Page:Popular Science Monthly Volume 75.djvu/408

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404
THE POPULAR SCIENCE MONTHLY

SIMPLE LESSONS FROM COMMON THINGS
By Professor FRANCIS E. NIPHER

WASHINGTON UNIVERSITY

THERE has long been a feeling which is still more or less strongly pronounced, that matter is not worthy of very serious attention from mind. Some have had the feeling that matter was the source of all our woes. Although all conscious beings are embodied in masses of matter, it was thought to be a prison-house which served mainly to quench those higher feelings to which we should aspire. The world, the flesh and the devil were all put in one class, and we were advised to have as little as possible to do with any of them.

In the meantime there have been many who have given their undivided attention to the study of the material things which surround us, and with which we must deal. The chemist and the physicist have undertaken to study the structure and the composition of matter. And the more minutely it has been studied, the more wonderful does it seem when it is considered as a specimen of engineering and architectural construction. We were formerly told that the varied forms of matter which surround us were composed of a comparatively few elementary substances, each of which was composed of particles called atoms; that these atoms were all alike for the same substance, and that they exist everywhere as far as the astronomer can penetrate, into the infinite space which the stellar systems occupy. To give some idea of the size of these atoms as determined by the army of men who in various ways have indirectly measured their dimensions, Lord Kelvin made this illustration. If a rain drop were increased in volume, until its volume equaled that of the earth, the molecules of the substance being proportionately enlarged, the water molecules would then be larger than fine shot, and not larger than cricket balls.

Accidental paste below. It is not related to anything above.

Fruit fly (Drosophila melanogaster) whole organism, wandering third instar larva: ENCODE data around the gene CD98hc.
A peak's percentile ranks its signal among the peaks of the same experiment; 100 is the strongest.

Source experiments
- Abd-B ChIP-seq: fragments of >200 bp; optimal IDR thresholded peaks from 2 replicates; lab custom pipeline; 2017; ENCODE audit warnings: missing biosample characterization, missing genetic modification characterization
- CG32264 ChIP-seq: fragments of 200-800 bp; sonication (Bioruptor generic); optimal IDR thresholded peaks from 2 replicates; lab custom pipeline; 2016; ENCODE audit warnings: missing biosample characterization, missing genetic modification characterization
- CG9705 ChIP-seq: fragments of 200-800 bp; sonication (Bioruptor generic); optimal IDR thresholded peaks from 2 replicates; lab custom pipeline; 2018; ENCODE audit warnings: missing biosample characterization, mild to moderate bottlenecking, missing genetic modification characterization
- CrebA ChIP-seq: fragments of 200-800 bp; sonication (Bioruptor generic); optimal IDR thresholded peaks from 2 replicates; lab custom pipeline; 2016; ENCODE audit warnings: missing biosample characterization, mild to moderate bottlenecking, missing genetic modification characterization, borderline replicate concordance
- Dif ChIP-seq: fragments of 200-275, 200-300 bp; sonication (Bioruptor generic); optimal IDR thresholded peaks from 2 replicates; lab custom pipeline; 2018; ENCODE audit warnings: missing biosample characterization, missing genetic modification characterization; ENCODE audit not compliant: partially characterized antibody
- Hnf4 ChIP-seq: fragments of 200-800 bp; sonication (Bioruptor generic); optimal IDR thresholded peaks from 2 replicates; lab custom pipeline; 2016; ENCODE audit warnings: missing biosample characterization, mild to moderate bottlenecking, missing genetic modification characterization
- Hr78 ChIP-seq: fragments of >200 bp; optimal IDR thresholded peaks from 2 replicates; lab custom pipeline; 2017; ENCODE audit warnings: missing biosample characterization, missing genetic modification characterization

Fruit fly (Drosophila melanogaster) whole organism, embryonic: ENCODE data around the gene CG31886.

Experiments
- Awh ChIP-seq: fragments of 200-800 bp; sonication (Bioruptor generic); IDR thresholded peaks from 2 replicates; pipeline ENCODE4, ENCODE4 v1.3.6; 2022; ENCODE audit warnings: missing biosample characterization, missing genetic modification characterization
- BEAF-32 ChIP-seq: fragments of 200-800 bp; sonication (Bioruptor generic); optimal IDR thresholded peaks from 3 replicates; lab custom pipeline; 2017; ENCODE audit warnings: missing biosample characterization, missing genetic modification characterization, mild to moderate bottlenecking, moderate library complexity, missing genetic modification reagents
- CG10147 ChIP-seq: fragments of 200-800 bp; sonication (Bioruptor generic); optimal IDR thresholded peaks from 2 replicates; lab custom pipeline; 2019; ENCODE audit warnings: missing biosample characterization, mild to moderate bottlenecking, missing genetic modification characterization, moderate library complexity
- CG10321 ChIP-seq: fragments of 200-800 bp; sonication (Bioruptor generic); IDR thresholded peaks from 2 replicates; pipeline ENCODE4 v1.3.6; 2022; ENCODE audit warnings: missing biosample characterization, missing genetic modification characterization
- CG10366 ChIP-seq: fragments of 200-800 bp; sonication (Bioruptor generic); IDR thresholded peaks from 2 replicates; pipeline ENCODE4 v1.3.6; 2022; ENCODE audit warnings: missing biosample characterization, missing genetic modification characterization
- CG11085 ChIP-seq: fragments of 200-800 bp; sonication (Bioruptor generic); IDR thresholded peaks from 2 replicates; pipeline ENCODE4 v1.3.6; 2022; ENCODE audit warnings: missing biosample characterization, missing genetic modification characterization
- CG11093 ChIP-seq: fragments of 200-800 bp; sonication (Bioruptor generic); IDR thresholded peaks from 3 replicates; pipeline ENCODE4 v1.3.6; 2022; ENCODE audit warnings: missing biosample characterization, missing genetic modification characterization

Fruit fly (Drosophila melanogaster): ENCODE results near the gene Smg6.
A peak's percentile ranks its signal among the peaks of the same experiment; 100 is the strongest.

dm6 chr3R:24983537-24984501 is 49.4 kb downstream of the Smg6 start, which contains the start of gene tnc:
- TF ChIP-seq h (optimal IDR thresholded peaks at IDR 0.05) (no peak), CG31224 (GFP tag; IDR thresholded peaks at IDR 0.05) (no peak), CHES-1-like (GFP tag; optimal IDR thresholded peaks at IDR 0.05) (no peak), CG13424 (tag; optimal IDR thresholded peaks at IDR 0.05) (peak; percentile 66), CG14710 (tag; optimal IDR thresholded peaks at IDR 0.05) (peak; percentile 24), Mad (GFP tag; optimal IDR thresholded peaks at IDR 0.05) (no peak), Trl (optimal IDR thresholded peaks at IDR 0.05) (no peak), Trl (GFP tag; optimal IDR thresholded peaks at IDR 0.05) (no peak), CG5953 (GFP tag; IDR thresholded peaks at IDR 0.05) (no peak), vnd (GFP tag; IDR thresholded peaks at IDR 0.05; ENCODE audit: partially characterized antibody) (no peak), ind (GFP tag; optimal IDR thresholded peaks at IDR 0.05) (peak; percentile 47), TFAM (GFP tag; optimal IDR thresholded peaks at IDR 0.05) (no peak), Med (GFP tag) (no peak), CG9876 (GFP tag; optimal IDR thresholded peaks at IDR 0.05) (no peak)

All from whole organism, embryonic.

But during the last decade another great step has been taken. A study of radioactive substances has shown that the atom itself is a structure of wonderful complexity. A radioactive substance is one whose atoms explode into their more elementary constituents. There are a number of substances which do this, radium being the most conspicuous of the group. Each of these substances yields one kind of corpuscle or particle which is common to them all. Each atom is composed in part of minute particles having a mass of about one thousandth that of the hydrogen atom. These particles have apparently been identified as negative electricity. They constitute what Franklin called the